The Marist Survey will be completed shortly but we do have the interim survey results as they relate to small, medium and large companies. The Fortune 46 portion of the survey will soon be completed at which time we will make the findings available to your committees and other interested parties.

The first question posed in the hearing notice deals with personally identifiable information which is collected by web sites. Marist did survey this question and since this is one of the issues of greatest interest to policy makers we would like to present the preliminary findings.

At first blush, some would be surprised to learn that 96% of small company web sites, 99% of medium and 100% of large company web sites collect or have the ability to collect personally identifiable information of some type.

But as you look closer at the underlying details the findings are less surprising and, indeed, are very logical and understandable.

The most common type of information which is or can be collected by these web sites is an e-mail address. The numbers are the same as was just cited, 96% of the small, 99% of the medium and 100% of the large.

The next highest type of personally identifiable information which can or is collected is name and address and here the %'s range from 60 to 80% depending on the size of employer.

When you get to the type of personally identifiable information which seems of be of greater concern to policy makers — credit card information, for instance, the percentages are much lower, 8%, 11% and 18% for small, medium and large employers.

Social Security numbers are even lower, 4%, 8% and 18% respectively.

Now when you think about why these web sites want to be able to collect this information we would offer a simple answer. Most of these sites are commercial web sites that were developed to enable businesses to do business on the web. It is very difficult to respond to a customer inquiry over the Internet without having some way of responding to that customer. E-mail is by far the preference of choice, so, it is perfectly logical that if you want an e-mail response you need to provide the business to which you have directed your inquiry with your e-mail address. Likewise, if you want a product shipped to you the business needs a name and a shipping address.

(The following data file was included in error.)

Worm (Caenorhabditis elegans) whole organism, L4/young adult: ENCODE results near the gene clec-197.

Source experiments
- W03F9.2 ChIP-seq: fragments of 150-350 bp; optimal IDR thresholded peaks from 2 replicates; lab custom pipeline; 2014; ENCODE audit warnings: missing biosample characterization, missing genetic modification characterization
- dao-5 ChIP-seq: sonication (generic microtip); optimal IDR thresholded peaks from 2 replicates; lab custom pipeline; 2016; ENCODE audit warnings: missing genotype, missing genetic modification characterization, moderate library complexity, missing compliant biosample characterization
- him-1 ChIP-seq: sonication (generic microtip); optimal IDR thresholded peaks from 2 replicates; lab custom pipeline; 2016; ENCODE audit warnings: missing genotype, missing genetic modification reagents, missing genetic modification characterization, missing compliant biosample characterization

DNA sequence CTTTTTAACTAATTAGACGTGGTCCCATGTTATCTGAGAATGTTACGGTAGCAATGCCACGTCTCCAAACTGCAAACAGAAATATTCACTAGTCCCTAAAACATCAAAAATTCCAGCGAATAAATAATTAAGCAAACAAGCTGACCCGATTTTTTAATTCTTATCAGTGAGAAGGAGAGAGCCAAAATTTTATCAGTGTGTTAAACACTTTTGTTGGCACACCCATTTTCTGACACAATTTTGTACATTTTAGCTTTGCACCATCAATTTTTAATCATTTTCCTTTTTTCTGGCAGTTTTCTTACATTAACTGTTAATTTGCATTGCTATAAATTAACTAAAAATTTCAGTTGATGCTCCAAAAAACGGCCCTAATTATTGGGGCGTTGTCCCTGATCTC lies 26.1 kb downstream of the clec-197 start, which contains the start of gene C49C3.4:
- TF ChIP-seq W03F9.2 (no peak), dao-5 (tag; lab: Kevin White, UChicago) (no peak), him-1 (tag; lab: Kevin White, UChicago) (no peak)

The industrial valve company that has a web site establishes a web site for the same reason that most companies have established web sites - to better serve their customers and to grow their business. This company would never think of misusing the data provided by its customers for a very, compelling reason. A company's customer base is its most valuable asset. Without customers the valve company is out of business.

The ability to analyze data, though, can help the valve company better serve its customers. It can provide 24-hour 7-day-a- week help centers and ability to track visits to maintenance or repair questions can assist the production or engineering department in product design.

My point in all of this is to make the case that the vast majority of web sites of our members, and we would suspect of most businesses, are designed to better serve customers. Data and information are protected and respected as they would be in any other form, whether on a disk or in a customer sales file.

However, a number of the legislative proposals under consideration do not make a distinction between data which is shared between business customers or between consumers and businesses which are involved in commercial transaction or providing business information over the Internet. This is a major concern to us and one we ask you to consider as you develop many of the proposals which will have far reaching implications which go beyond the so-called dot.com companies. In an attempt to solve problems which some policy makers believe exist in some segments of the Internet community, we urge you not to impose restrictions on the vast majority of the other commercial players who have a long history of protecting and respecting the confidentiality of the information they obtain from their customers.

With that I will stop and now turn the discussion over to Harriet Pearson of IBM.

IBM Testimony
EDS Testimony
UNIFIED Technologies Testimony